Energy can be stored in batteries, dams, and a variety of new technologies, but the cost increases the longer one needs to store the energy. Some grid demands only emerge for a few hours every 3-5 years. It becomes prohibitively expensive to build a battery that is only used a few hours every 3 years. At a certain timescale, it becomes more economically viable to use a dispatchable generator. This threshold varies from region to region and depends on the cost of new transmission lines, energy storage technologies, demand-response, and the cost and availability of dispatchable (i.e available on demand) generators that are equally non-GHG emitting.

What do we do about hard-to-abate industrial sectors as well as shipping and aviation that cannot be readily decarbonized by traditional renewables like wind and solar?

Hard-to-abate sectors are sectors that cannot be directly electrified, such as aviation and shipping. We need to look to new - and even controversial technologies - such as synthetic electro-fuels and new forms of nuclear power. One of the most challenging sectors we need to address is agriculture and land use. It will take large-scale change of human behavior, which is not easy to do swiftly and at scale. In addition, moving towards synthetic meats, vertical precision farming and constraining deforestation will have affordability, cultural, and labor displacement consequences.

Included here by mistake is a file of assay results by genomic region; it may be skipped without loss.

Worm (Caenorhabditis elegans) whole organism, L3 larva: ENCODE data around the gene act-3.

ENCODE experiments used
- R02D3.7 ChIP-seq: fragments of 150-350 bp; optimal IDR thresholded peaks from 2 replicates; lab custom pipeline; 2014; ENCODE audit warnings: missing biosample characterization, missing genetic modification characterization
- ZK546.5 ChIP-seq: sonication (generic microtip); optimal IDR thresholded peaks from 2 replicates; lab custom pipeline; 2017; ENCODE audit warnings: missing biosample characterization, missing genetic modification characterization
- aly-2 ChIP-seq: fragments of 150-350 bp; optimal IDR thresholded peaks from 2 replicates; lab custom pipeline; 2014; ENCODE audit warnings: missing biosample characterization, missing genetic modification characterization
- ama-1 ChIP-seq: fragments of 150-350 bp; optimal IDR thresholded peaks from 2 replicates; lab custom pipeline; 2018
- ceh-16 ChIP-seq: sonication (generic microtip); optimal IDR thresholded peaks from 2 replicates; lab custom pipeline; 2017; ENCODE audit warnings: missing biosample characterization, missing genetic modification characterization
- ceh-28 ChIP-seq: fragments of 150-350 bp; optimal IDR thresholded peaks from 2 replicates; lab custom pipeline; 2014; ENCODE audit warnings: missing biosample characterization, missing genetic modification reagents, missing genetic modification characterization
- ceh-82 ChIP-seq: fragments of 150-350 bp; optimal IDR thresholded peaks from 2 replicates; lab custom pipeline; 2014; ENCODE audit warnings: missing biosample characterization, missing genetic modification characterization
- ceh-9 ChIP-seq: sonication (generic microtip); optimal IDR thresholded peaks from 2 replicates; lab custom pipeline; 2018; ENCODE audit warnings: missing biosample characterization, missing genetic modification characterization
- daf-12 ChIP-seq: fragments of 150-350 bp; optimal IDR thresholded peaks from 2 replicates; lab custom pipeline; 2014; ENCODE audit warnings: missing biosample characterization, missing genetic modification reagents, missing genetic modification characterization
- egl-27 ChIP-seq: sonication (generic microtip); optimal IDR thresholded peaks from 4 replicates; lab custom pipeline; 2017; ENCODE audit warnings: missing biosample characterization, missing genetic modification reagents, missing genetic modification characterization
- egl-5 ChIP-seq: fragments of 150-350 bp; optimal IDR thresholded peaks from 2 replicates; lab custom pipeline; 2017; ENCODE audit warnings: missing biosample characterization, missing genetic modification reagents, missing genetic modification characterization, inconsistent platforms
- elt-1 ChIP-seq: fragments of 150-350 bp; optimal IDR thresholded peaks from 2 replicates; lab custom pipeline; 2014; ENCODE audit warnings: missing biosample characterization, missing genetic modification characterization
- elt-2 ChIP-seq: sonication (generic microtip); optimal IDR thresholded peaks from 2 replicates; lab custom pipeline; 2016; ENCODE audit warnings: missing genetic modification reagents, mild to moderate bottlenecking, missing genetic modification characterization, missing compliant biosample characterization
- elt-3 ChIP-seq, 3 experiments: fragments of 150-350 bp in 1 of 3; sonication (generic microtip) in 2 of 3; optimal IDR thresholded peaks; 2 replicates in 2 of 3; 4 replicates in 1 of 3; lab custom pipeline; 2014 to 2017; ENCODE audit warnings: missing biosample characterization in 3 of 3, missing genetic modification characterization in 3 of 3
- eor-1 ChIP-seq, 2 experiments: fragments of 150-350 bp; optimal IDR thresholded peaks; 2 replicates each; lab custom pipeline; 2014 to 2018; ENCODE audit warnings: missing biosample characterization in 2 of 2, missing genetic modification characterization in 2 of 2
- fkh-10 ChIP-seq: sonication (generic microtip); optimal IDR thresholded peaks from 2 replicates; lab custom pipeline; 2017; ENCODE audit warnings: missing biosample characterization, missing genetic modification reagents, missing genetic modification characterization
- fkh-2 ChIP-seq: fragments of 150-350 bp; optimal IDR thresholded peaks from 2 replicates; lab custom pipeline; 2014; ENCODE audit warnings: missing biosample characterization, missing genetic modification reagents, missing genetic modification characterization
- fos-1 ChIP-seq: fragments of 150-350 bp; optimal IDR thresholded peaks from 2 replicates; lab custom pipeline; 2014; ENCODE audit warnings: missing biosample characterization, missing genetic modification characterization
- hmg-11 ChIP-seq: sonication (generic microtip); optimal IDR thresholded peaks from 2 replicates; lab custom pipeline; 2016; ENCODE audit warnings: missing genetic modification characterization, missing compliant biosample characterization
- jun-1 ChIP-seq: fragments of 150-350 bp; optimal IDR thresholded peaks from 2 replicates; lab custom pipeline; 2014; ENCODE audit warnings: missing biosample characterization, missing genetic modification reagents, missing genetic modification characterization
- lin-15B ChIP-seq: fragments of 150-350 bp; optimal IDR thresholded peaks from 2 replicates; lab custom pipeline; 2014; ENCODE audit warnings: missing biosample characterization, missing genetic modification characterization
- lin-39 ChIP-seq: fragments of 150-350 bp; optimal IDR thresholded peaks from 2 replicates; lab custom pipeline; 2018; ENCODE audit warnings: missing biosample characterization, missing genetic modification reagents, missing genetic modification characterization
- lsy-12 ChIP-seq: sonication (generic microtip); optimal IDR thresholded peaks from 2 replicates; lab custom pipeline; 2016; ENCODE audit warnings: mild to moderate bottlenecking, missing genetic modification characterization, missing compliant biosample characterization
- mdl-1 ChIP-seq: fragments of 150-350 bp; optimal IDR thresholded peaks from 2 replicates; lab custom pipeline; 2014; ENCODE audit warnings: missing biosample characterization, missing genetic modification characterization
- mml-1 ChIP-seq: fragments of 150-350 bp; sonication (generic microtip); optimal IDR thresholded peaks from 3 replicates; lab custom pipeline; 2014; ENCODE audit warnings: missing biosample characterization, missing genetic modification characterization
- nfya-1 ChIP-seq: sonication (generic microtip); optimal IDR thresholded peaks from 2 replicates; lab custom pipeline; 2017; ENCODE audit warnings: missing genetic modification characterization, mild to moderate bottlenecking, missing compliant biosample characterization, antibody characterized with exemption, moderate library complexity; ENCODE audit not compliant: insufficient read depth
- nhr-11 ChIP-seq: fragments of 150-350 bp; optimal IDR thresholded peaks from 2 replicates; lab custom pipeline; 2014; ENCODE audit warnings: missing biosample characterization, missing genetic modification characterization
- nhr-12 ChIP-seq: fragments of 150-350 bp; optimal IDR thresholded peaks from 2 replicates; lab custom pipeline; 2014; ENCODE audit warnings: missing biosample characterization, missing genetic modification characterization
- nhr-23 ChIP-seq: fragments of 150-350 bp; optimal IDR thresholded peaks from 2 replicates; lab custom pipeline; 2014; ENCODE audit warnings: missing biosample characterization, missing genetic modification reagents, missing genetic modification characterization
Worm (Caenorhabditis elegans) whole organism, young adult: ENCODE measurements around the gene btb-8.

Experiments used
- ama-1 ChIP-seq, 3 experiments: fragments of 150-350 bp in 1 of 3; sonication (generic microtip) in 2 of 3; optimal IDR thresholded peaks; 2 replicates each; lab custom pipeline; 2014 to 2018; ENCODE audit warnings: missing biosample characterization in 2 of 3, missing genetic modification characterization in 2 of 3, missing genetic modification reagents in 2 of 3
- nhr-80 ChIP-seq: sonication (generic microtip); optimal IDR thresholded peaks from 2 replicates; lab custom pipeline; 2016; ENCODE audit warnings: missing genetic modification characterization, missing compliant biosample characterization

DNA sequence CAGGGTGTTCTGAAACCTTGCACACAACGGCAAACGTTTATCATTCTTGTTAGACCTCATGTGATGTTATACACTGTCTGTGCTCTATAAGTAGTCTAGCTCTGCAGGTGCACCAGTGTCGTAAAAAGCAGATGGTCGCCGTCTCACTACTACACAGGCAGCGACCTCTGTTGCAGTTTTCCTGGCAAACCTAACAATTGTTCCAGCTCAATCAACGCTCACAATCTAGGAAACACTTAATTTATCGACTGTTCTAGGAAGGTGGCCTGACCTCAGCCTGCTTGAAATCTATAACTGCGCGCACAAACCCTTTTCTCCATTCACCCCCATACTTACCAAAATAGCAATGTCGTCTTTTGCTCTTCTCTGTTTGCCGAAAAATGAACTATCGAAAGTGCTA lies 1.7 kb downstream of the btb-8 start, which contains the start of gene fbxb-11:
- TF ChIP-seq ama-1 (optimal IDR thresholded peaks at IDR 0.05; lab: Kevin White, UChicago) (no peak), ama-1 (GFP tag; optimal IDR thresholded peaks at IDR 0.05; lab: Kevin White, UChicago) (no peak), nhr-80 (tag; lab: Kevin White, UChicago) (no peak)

Which new technologies hold the most potential for decarbonization?

I am most excited about new forms of nuclear energy. If someone can provide an affordable form of nuclear energy that can be deployed quickly, it has the potential to dramatically shrink emissions in most sectors, drastically increase the density of the built environment to return land to nature, and do so while enriching people and economies around the world. Most decarbonization technologies simply try to replace a GHG emitting process with a substitute process that we can tolerate economically without drastically affecting standards of living. Nuclear energy has the capacity to decarbonize while enabling wholly new energy and power intensive economic activities.

Other technologies that hold tremendous potential are industrial electrification technologies such as electrofuels, hydrogen production, iron ore reduction, indoor agriculture, and direct air capture. The advantage of these technologies is that they can all make use of abundant and low-cost renewable power when it is available.

Lastly, fintech platforms with high data granularity provide the necessary visibility to enable clarity and public buy-in on the most prudent and affordable infrastructure investments in each locality from city-scale to building-scale. Data-driven approaches are integral as part of any decarbonization strategy.

At COP27, what will really signal progress on decarbonization?

There is growing policy support from countries around the world for the buildout of clean energy infrastructure, like the Inflation Reduction Act in the United States. At COP27 I’d like to see support for the adoption of more data-driven decisions frameworks for deploying and financing infrastructure. Relatedly, we also need to see more broad support for action to streamline regulations and remove permit constraints on infrastructure developers.

Finally, across the board, we need governments to remove constraints on all decarbonization technologies and use all policy tools and mechanisms available to support their development and deployment.

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Day 7: Managing the impacts of drought on food security

Today is Adaptation and Agriculture Day at COP27 and our Strategic Partnership and Business Development Manager, Charles Shingles, shares his thoughts on the relationship between drought, supply chain and agriculture.